The next day, at noon on 22 June 1792, a darbar was held at Garpir – a fairly large area named after a Muslim pir’s tomb – and the exact spot may have been anywhere from near the present Collector’s office to where the Agricultural college stands today. Sir Charles Malet, the English Resident, was present and described the ceremony in a letter to the Governor General. The Peshwa approached the farman-badi darbar on an elephant with senior officers, Scindia received him ‘at the commencement of the carpets’ and escorted him to a specially created masnad symbolising the Mughal throne. Here, the Peshwa made three low bows and made a present, before taking his place to the left of it. Shah Alam’s farman was then read out which also contained ‘a prohibition to slay bullocks throughout the Timurid Empire’.

Scindia then presented the young Peshwa dresses, jewellery, a sword, a horse, a nalki – a kind of a howdah – a palki and other gifts. The Peshwa then went to an enclosure and wore the royal robes. He then rose and was followed by Scindia and Haripant Phadke with two morchels – or fans - in their hands to the nalki where he seated himself, returning to his palace by late evening.

In the palace, Nana Phadnis – who was not present at the ceremony – welcomed the Peshwa and offered presents as his nazar. Malet mentions that the Maratha officials did not participate in the ceremony. In his palace, the Peshwa gave gifts to Mahadji in return, comprising his own robe, a sword and a kalamdan – or writing instrument – a naubat, a nalki and a pair of morchels, all accompanied by a ceremonial cannonade.

Mahadji won over the Peshwa with this grand ceremony within days of his arrival at Pune and began advising the young man on matters of state. During his stay, Mahadji brought several Hindustani customs to Pune such as playing Holi and sports such as hawking. Scindia’s robust martial deportment was much appreciated in Pune and he made a mark on the city’s cultural milieu.

The respect Mahadji commanded among the British Resident is amply seen by the manner in which Mahadji was treated by him. Not long after the farmanbadi, Mahadji with his adopted son Daulatrao visited the British Residency where the artist James Wales noted that Sir Charles, as a representative of the East India Company, went down “on one knee” to fix a “kind of trufle pin of rose diamonds in Scinda’s turban” and “a chain around the young prince’s neck with a large Topaz to hang down on his breast”.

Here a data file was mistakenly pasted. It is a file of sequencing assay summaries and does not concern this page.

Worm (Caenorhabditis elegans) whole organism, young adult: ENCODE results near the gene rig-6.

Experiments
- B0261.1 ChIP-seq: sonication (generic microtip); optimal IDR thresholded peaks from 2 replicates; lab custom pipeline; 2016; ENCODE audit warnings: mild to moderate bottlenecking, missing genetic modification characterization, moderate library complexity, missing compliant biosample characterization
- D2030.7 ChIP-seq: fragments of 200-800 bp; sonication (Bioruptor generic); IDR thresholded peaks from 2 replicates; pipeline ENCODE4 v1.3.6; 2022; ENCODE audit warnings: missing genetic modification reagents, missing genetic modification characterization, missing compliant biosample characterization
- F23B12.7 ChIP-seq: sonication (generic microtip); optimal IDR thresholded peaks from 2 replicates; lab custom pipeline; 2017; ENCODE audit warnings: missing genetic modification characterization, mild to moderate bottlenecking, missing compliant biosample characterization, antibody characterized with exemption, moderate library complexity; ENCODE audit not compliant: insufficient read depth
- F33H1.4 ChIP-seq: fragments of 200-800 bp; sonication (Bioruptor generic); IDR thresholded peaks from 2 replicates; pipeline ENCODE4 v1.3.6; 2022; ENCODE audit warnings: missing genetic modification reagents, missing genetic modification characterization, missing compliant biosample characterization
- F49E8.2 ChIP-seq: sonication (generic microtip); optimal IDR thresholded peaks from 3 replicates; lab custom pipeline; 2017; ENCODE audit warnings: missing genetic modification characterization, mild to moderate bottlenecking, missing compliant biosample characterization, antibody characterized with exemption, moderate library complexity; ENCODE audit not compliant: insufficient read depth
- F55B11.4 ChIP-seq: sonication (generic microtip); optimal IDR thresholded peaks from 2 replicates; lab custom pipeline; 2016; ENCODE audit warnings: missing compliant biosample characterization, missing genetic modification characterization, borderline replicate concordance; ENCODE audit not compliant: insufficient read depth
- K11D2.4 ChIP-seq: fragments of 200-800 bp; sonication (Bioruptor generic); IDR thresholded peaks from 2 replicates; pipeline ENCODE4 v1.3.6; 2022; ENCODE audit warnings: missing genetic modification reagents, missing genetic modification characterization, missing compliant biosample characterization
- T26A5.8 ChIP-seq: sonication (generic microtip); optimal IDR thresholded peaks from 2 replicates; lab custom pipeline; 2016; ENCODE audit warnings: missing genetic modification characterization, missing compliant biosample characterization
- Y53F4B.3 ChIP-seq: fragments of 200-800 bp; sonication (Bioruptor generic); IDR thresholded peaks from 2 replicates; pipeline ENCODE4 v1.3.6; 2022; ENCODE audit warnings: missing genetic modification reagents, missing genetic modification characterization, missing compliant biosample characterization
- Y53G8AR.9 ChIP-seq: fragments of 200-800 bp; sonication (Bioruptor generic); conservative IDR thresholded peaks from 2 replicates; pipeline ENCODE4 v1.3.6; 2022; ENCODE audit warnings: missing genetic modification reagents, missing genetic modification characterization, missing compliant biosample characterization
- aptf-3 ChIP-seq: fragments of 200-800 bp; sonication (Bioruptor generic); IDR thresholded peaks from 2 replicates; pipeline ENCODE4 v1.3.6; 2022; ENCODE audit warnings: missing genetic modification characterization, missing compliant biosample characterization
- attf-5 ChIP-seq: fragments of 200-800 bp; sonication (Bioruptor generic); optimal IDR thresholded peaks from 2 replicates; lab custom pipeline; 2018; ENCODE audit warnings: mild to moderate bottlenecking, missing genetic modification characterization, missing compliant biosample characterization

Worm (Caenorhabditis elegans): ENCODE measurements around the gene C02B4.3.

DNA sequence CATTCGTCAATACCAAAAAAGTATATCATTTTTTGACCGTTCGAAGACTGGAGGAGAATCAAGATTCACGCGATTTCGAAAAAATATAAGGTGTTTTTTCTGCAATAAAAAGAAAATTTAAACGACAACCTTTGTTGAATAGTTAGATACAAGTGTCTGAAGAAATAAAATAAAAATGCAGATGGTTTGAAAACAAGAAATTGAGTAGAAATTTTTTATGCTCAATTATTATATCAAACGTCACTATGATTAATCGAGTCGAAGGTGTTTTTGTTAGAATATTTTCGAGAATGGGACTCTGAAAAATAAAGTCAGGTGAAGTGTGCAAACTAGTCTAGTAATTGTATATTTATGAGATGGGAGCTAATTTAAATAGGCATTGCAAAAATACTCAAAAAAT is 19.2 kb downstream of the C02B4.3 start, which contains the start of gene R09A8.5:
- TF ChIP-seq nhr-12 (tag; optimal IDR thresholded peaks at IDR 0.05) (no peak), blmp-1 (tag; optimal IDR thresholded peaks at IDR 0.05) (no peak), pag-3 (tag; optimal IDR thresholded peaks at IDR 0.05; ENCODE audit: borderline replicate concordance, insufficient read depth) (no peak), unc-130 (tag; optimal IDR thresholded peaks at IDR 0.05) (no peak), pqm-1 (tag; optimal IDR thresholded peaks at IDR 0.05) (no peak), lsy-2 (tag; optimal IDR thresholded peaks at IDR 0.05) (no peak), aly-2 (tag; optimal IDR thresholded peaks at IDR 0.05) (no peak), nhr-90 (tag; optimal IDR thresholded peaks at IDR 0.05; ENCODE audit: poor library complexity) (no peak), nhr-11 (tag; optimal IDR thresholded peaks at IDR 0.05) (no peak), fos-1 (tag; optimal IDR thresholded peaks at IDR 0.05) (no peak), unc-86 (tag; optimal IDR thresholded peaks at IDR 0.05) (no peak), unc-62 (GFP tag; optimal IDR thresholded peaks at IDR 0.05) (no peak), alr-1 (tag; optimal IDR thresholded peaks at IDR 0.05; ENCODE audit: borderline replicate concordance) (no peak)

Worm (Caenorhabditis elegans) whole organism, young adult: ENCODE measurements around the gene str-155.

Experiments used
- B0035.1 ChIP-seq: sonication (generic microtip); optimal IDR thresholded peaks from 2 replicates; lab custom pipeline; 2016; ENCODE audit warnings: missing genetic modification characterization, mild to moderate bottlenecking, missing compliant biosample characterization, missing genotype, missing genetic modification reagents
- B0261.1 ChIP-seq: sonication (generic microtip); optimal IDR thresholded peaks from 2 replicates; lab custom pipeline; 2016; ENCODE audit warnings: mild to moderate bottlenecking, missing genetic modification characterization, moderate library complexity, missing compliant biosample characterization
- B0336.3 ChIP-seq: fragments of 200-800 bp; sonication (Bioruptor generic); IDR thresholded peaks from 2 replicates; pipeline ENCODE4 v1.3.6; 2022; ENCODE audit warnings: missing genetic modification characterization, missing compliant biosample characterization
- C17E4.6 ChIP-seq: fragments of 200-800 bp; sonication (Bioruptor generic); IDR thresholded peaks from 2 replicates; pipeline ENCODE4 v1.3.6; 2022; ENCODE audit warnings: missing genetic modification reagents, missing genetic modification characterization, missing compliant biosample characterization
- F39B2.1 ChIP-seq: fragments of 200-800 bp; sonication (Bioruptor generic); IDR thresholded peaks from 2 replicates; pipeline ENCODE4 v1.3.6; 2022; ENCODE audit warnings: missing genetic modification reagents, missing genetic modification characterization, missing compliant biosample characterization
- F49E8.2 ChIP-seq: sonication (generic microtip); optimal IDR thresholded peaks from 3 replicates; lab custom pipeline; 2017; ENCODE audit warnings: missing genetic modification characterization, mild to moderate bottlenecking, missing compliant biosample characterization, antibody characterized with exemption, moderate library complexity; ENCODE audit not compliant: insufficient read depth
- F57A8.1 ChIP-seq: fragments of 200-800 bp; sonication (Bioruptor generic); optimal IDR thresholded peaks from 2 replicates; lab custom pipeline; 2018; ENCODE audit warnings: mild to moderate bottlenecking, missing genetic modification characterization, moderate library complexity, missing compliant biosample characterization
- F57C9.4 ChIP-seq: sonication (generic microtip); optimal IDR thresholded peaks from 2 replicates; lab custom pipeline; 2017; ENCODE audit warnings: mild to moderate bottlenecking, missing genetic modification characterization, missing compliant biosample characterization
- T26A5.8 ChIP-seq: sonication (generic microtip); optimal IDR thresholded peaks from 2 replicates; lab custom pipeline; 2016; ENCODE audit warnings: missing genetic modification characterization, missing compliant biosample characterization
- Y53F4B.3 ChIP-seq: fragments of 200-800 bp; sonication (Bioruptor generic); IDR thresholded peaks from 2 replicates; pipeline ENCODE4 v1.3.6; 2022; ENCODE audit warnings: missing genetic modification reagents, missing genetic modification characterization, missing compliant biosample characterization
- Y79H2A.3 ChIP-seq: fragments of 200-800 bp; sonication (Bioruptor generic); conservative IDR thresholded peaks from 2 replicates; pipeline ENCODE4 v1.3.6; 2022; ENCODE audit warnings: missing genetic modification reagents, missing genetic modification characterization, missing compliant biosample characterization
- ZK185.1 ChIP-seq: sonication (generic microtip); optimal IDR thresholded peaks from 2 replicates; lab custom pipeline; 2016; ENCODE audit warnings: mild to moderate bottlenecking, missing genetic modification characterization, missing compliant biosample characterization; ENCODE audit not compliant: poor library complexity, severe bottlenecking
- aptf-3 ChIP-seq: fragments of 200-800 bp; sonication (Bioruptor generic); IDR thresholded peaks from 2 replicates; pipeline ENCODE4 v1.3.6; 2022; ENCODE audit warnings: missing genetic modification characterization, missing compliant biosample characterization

Mahadji lived in Pune for a total of twenty months. During this his involvement in the politics of the court as well as help in some of the campaigns where military help was needed, underlined his primary role in the Maratha court. He also married more than once at this time, hoping to bear a natural heir to his vast dominions and huge army trained in the European fashion with guns and cannons superior to anything that the East India Company possessed at the time.

At the time, minor ailments easily snowballed into major disease. Fevers of various kinds were prevalent in the population, and from mid-1793, Mahadji Scindia was suffering from febrile illnesses. The letters from Poona Residency mentioned his occasional illness until February 1794, when a cryptic letter announced it was all over and the great warrior statesman was no more. Mahadji’s death in 1794, followed by the Peshwa’s the following year took its toll on the power of the Maratha state.

Pillars of the state such as Tukoji Holkar, Ahilyabai, Parshurambhau Patwardhan and Nana Phadnis all departed by 1800. Their successors did not live up to the high standards of their forebears.

By early 1800s, there was a sea change in the political map of India. The Peshwa had to sign the Subsidiary treaty to fight off rebels against his authority, Daulatrao Scindia’s armies led by various European chiefs faced huge defections just before the battle with the Company began in August 1803. Five stiffly contested battles saw the Company emerge the winner and Daulatrao had to sign a treaty with the East India Company surrendering much of his independence. He remained the strongest feudatory of British India, and they always ensured the Scindias did not rise against them again.

Farman-badi - the grand darbar of Mahadji’s power held in 1792 in Pune, by 1803 had become a distant memory. Times had changed, and a new power had entered the Indian hinterland. It was to change India forever.

For more on the battle of 1803 read

1 Background to the Battle of Assaye

2 Battle of Assaye